My most recent prepared saxophone explorations is what I call "Groan Tube Soprano." This is a technique where I take the noisemaker (see Figures 1A - C) inside of the Groan Tube — a small cylinder-shaped device that produces a toy baby like sound when it moves up and down the tube—and place it inside of the soprano by dropping it into the bell.
Of course, the entire Groan Tube cannot fit into my soprano, but the aforementioned noisemaker does fit quite snuggly.
Step 1: Aquire a Groan Tube!
Step 2: Remove the noisemaker located inside the Groan Tube.
Step 3: Drop the noisemaker into the bell of the soprano.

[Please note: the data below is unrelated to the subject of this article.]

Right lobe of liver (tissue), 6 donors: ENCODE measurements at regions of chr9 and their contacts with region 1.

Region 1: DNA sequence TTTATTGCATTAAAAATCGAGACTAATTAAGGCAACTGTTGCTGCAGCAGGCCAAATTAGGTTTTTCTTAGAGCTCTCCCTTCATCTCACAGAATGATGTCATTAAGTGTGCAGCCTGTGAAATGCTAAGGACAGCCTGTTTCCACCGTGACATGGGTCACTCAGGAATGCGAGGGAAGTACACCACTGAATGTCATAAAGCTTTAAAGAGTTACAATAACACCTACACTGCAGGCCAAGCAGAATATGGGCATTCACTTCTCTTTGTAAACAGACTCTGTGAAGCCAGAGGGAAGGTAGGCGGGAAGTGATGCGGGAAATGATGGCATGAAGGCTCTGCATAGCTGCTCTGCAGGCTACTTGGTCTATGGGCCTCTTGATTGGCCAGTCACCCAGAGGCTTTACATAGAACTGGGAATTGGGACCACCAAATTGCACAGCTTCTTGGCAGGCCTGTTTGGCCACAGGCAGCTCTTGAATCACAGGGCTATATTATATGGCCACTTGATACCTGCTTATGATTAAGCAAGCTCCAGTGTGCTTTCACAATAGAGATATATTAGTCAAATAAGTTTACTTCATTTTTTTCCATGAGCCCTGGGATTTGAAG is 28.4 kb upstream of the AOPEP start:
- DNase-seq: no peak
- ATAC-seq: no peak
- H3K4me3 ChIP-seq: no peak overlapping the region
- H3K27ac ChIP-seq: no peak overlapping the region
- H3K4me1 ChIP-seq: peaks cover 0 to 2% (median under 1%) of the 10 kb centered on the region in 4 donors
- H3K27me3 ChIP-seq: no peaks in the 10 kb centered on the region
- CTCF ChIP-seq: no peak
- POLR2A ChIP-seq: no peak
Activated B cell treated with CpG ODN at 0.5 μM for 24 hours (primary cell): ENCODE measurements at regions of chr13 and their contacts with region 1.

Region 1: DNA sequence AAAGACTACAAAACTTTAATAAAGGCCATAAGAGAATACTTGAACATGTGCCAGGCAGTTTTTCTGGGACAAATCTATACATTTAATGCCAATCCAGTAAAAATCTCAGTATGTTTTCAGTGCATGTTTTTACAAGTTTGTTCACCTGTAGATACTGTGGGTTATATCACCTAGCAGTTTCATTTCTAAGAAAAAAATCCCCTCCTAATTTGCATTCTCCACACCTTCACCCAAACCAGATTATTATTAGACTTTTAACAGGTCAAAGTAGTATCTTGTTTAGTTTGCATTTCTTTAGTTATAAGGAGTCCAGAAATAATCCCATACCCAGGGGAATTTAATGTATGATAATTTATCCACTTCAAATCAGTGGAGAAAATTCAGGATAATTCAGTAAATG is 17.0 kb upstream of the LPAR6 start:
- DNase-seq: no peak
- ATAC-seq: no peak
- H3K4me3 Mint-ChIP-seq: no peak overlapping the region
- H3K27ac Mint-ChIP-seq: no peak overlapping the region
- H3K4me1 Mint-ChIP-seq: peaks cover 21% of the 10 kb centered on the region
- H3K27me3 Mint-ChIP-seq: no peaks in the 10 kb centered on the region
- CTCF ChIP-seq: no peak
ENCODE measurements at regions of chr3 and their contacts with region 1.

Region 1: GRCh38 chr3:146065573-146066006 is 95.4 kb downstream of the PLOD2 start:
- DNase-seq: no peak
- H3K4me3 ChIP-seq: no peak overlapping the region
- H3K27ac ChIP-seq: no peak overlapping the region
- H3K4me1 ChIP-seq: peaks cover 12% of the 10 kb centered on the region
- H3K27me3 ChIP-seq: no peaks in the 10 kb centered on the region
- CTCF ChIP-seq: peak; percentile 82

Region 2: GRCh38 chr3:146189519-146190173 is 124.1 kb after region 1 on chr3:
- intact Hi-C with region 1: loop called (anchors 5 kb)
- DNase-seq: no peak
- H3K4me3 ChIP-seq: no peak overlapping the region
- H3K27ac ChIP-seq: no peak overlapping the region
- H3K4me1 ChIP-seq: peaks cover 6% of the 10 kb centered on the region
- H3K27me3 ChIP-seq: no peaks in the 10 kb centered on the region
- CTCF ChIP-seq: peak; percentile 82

One of the benefits of playing with this noisemaker piece inside my instrument is that I’m forced to explore a multitude of velocities through which I can move sound through my instrument. Playing the soprano the conventional way is not an option. However, blowing the airstream slowly, rapidly, jaggedly, inhaling, exhaling, slap tonguing, and flutter tonguing—they all seem to force the air stream to interact with the noisemaker in interesting and unpredictable ways. In addition, pressing the keys adds another layer of sound manipulation.
Joining me is Canadian-based soprano saxophonist Kayla Milmine-Abbott--an important musical figure on Toronto’s improvised music scene. Together, I’m sure you’ll all agree we’re able to create a musical realm like no other.
* Below is a clip of flutist Stacy Russell demonstrating this technique with the flute body and foot joint.